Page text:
Small businesses are reopening after a year of shutdowns and lost business. But creditors may also be engaged in debt collection from these businesses. Several measures can help pay off debt before small business undergo lawsuits or take business law actions.
Business can seek commercial debt counseling for debt elimination and avoiding bankruptcy. Certified counselors review the business’ financial situation and create an affordable debt repayment plan.
Taking money from a business or personal emergency account can help eliminate debt and boost a business’ credit rating after the debt is paid off. But taking money from a personal savings account may be insufficient to pay off overwhelming commercial debt.
A debt consolidation loan is another borrowing option. Qualifying for a commercial debt consolidation is more difficult than getting a personal debt consolidation loan because a much larger amount is needed for the business organization. A commercial budget needs to be submitted to assure the lender that the business will rebound, and the loan will be timely repaid. Lenders may agree to loans with lower interest rates and payment consolidation into a single monthly obligation.
Sometimes you may be able to negotiate with your creditors to lower the outstanding balance and make it easier to pay off. A professional debt arbitrator can also lower the balance to a more reasonable amount.
Reliable debt settlement companies have convinced creditors to reduce business debt by 40 to 60 percent. The business must pay off the agreed-upon amount in a lump sum payment, however. Creditors are more willing to agree to these proposals if they believe the business will undergo bankruptcy which can lead to greater creditor losses after the debtor business pays off secured loans.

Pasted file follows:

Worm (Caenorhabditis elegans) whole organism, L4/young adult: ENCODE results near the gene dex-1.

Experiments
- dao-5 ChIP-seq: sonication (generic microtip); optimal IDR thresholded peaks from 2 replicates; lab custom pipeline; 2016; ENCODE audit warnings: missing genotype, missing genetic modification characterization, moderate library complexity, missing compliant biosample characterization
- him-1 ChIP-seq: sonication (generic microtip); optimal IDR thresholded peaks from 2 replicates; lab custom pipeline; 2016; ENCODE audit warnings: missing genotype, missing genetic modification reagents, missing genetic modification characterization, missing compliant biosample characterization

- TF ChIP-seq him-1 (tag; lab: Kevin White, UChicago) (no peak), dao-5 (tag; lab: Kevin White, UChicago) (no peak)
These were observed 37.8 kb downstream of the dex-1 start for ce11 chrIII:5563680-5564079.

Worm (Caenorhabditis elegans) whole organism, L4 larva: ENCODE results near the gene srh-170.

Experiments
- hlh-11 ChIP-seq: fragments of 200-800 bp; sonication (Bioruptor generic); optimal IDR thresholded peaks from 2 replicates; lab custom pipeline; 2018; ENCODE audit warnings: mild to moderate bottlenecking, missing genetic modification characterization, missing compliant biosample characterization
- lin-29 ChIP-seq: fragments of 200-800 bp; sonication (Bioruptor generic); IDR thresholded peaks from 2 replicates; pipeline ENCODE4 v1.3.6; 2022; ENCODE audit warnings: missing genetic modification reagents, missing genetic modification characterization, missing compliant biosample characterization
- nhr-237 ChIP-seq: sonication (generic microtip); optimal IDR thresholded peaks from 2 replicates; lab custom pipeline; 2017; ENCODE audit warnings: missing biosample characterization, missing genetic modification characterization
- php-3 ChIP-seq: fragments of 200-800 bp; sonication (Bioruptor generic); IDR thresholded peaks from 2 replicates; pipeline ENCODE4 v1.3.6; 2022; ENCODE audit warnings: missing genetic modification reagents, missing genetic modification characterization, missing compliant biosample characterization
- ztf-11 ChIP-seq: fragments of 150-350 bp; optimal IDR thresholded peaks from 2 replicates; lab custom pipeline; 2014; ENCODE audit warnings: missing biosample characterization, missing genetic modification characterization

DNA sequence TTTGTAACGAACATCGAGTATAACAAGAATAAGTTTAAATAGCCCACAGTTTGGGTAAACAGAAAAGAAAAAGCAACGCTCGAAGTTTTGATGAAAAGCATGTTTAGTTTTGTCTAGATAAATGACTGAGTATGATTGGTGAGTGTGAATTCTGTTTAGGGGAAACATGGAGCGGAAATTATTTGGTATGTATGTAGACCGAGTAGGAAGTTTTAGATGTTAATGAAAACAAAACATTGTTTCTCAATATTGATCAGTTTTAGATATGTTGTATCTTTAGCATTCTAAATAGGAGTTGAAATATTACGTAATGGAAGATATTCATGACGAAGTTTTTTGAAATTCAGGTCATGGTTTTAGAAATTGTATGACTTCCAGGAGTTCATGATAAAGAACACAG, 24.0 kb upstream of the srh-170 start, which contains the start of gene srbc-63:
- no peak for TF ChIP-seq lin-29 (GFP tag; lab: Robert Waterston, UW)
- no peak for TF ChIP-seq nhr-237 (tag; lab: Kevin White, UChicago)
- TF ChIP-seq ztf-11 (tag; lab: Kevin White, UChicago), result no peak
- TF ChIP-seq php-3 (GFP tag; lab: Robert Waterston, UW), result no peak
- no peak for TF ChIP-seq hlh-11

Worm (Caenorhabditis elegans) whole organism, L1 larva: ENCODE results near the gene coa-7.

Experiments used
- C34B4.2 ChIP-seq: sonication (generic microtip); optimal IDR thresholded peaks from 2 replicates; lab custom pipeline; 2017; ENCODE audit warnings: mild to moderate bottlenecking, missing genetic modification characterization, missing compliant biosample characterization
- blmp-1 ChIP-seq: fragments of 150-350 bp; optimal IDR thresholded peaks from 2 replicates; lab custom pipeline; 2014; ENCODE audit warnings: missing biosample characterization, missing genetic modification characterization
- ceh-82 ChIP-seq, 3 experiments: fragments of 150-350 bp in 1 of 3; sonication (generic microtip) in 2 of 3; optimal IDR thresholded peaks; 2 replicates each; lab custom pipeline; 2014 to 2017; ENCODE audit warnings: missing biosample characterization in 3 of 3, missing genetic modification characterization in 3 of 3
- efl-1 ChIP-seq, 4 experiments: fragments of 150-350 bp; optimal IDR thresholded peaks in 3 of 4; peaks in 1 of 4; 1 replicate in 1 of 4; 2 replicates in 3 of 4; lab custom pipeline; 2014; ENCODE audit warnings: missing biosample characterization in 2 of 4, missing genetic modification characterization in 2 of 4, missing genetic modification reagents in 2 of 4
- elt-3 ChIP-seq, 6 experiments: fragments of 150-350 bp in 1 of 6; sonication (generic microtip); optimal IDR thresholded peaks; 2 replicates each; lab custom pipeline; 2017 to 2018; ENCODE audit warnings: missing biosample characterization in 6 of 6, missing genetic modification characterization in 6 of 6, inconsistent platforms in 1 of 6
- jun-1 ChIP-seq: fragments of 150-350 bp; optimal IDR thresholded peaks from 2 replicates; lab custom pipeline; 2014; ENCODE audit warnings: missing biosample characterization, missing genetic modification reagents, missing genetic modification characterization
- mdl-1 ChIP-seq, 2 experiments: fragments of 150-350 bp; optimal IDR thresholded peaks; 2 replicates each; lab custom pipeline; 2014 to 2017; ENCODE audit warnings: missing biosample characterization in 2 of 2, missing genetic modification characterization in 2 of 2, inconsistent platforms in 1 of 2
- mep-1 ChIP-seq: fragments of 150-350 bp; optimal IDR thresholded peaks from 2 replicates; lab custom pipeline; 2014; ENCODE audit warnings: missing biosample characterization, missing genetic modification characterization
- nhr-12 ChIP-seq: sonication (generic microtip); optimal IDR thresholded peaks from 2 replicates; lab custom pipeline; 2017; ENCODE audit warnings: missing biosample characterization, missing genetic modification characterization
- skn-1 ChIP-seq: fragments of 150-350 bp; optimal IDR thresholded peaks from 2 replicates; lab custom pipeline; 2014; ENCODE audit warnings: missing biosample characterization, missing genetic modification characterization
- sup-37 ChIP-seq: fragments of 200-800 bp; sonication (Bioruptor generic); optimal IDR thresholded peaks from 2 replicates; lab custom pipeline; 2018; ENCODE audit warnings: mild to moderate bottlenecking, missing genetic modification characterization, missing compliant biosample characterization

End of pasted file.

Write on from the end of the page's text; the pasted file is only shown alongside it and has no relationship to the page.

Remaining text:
This may be the time to reexamine the business budget. Allot part of the budget to variable expenses such as manufacturing materials. Watch where money is being spent.
Likewise, lower your costs. Saved money may be used to pay off debt and raise your credit rating. Consider selling off underused equipment.
Paying off high-interest debt
Your clients and customers should be held accountable for any money owed to your business. Increased collection efforts of delinquent accounts can raise funds for paying off high-interest debt.
Do not transfer company assets
Transferring company assets to friends and family members to keep them hidden from creditors and lenders is not an option. Lenders are prepared to trace transactions and retrieve property. Illegitimate transfers can lead to civil or even criminal actions.
Bankruptcy or sale
If everything else does not work, it may be necessary to sell the business, liquidate its assets, and file for bankruptcy. There may be times that bankruptcy is not an option, and the business should be sold.
Before declaring bankruptcy, renew your insurance contract because many carriers are reluctant to provide insurance for firms that file for Chapter 11 or Chapter 13 bankruptcies. If your insured business continues to make regular payments, the carrier cannot cancel its policy.
Starting up a small business requires loans and keeping it established requires financing. This can lead to further debt which may grow during shutdowns and lower consumer activity. Cutting down business costs can help reduce funding and save money which can be used to pay off debt. Attorneys can also provide legal options to help protect your business.